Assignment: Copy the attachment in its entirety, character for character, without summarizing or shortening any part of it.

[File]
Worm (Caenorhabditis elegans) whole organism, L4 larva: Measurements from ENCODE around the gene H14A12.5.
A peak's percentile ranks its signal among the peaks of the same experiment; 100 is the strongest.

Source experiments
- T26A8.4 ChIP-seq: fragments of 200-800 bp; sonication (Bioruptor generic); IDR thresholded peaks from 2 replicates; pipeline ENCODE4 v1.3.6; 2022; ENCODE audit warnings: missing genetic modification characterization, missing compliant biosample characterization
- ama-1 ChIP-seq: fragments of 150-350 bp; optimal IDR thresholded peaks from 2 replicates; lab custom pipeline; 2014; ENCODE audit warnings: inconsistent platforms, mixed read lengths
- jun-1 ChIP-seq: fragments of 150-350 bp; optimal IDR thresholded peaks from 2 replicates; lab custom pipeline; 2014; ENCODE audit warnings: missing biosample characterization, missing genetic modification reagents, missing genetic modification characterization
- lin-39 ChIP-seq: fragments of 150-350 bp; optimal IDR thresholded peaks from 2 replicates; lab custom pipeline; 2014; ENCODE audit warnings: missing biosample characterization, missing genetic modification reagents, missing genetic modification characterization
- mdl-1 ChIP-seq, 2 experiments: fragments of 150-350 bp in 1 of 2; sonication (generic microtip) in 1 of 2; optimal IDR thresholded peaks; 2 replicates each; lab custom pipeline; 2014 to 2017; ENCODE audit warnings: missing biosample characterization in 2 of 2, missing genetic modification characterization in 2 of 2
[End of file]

Worm (Caenorhabditis elegans) whole organism, L4 larva: Measurements from ENCODE around the gene H14A12.5.
A peak's percentile ranks its signal among the peaks of the same experiment; 100 is the strongest.

Source experiments
- T26A8.4 ChIP-seq: fragments of 200-800 bp; sonication (Bioruptor generic); IDR thresholded peaks from 2 replicates; pipeline ENCODE4 v1.3.6; 2022; ENCODE audit warnings: missing genetic modification characterization, missing compliant biosample characterization
- ama-1 ChIP-seq: fragments of 150-350 bp; optimal IDR thresholded peaks from 2 replicates; lab custom pipeline; 2014; ENCODE audit warnings: inconsistent platforms, mixed read lengths
- jun-1 ChIP-seq: fragments of 150-350 bp; optimal IDR thresholded peaks from 2 replicates; lab custom pipeline; 2014; ENCODE audit warnings: missing biosample characterization, missing genetic modification reagents, missing genetic modification characterization
- lin-39 ChIP-seq: fragments of 150-350 bp; optimal IDR thresholded peaks from 2 replicates; lab custom pipeline; 2014; ENCODE audit warnings: missing biosample characterization, missing genetic modification reagents, missing genetic modification characterization
- mdl-1 ChIP-seq, 2 experiments: fragments of 150-350 bp in 1 of 2; sonication (generic microtip) in 1 of 2; optimal IDR thresholded peaks; 2 replicates each; lab custom pipeline; 2014 to 2017; ENCODE audit warnings: missing biosample characterization in 2 of 2, missing genetic modification characterization in 2 of 2